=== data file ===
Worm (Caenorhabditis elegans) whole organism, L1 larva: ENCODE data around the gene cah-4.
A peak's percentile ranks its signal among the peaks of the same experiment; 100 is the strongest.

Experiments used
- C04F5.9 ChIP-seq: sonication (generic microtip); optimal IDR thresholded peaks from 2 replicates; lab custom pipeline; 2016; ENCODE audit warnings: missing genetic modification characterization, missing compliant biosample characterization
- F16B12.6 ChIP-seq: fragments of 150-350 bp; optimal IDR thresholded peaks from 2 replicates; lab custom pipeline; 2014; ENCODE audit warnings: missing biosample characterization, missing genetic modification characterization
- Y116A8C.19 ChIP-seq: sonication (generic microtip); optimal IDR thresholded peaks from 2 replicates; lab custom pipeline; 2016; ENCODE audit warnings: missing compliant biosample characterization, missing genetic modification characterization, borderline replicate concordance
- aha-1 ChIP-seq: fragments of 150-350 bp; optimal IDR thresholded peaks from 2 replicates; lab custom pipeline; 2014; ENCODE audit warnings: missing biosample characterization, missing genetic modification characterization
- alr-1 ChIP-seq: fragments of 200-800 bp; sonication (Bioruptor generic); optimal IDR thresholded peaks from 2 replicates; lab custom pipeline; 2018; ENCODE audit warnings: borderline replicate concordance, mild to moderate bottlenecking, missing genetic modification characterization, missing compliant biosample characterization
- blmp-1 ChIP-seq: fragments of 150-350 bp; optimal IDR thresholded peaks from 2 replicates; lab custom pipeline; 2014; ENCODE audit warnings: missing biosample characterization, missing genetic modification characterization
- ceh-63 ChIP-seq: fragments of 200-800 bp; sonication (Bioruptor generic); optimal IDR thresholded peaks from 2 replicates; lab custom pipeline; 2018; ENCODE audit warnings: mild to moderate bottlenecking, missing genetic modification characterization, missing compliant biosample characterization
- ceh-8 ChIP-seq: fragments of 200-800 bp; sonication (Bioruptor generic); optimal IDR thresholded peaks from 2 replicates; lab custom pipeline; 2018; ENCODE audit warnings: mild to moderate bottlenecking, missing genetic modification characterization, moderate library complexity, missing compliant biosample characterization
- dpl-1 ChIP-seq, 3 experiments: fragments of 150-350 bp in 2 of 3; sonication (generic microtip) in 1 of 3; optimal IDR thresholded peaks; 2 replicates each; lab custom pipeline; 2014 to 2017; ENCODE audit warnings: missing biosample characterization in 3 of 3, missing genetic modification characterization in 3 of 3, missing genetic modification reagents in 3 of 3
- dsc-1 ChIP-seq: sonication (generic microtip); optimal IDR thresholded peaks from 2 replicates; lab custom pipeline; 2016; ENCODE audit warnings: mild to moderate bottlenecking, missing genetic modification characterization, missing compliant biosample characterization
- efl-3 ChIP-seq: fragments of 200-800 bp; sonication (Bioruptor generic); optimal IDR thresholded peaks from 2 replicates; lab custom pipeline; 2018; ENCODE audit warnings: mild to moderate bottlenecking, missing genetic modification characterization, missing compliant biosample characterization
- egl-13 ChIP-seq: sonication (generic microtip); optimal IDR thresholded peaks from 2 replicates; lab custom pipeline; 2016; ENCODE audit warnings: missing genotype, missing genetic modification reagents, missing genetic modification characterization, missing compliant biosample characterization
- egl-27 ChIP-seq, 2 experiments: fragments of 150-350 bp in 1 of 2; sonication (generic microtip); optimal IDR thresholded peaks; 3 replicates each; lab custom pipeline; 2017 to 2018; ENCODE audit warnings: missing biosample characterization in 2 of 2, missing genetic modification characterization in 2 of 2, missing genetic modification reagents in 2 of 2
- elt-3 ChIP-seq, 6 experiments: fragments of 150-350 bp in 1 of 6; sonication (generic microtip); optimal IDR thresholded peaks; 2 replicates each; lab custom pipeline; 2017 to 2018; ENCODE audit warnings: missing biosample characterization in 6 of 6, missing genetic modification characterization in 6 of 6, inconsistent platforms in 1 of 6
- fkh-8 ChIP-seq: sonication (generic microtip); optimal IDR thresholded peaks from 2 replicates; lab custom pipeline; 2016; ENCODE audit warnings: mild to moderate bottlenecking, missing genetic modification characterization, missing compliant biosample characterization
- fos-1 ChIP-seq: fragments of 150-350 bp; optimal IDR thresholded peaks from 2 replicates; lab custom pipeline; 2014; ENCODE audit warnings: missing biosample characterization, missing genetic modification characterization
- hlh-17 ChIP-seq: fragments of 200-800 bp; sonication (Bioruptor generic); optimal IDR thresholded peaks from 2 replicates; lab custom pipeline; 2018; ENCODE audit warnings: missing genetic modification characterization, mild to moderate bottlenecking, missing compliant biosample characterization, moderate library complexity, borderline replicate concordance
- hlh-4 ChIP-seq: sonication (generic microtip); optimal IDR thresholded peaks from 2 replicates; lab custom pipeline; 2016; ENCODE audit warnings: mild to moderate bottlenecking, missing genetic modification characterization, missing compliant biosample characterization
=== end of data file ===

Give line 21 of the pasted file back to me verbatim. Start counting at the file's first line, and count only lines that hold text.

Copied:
- hlh-4 ChIP-seq: sonication (generic microtip); optimal IDR thresholded peaks from 2 replicates; lab custom pipeline; 2016; ENCODE audit warnings: mild to moderate bottlenecking, missing genetic modification characterization, missing compliant biosample characterization